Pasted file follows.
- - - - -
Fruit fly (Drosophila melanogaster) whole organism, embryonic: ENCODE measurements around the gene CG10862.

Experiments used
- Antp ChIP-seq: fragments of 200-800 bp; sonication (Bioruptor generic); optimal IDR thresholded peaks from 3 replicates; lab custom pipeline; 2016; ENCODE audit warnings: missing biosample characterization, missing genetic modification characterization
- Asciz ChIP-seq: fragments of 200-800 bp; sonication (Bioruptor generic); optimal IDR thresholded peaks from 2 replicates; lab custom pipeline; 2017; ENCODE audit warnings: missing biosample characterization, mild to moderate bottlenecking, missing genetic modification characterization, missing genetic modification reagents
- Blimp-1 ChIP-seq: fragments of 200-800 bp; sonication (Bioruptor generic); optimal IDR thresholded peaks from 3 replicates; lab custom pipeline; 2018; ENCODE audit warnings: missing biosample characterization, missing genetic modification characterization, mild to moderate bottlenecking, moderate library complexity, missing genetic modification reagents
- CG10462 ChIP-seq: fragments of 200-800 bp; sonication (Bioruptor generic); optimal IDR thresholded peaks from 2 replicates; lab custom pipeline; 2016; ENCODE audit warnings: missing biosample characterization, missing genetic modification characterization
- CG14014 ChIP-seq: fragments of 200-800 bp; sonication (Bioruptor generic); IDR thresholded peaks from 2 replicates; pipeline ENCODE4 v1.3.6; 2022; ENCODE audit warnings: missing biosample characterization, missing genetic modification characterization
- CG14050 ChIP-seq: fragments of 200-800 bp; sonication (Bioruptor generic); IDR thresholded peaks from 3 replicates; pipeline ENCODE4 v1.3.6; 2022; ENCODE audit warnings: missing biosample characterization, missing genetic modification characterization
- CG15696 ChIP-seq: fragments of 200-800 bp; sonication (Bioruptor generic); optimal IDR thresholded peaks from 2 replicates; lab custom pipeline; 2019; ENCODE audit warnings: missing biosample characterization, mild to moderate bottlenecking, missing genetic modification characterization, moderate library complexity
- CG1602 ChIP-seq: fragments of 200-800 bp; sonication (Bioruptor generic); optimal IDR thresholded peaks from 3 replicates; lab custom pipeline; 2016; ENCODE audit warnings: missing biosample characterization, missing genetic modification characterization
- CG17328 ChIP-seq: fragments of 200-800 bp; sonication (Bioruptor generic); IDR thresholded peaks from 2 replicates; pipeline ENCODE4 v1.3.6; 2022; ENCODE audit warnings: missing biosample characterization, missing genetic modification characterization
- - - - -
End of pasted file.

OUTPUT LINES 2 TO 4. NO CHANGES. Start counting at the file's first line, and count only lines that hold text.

Experiments used
- Antp ChIP-seq: fragments of 200-800 bp; sonication (Bioruptor generic); optimal IDR thresholded peaks from 3 replicates; lab custom pipeline; 2016; ENCODE audit warnings: missing biosample characterization, missing genetic modification characterization
- Asciz ChIP-seq: fragments of 200-800 bp; sonication (Bioruptor generic); optimal IDR thresholded peaks from 2 replicates; lab custom pipeline; 2017; ENCODE audit warnings: missing biosample characterization, mild to moderate bottlenecking, missing genetic modification characterization, missing genetic modification reagents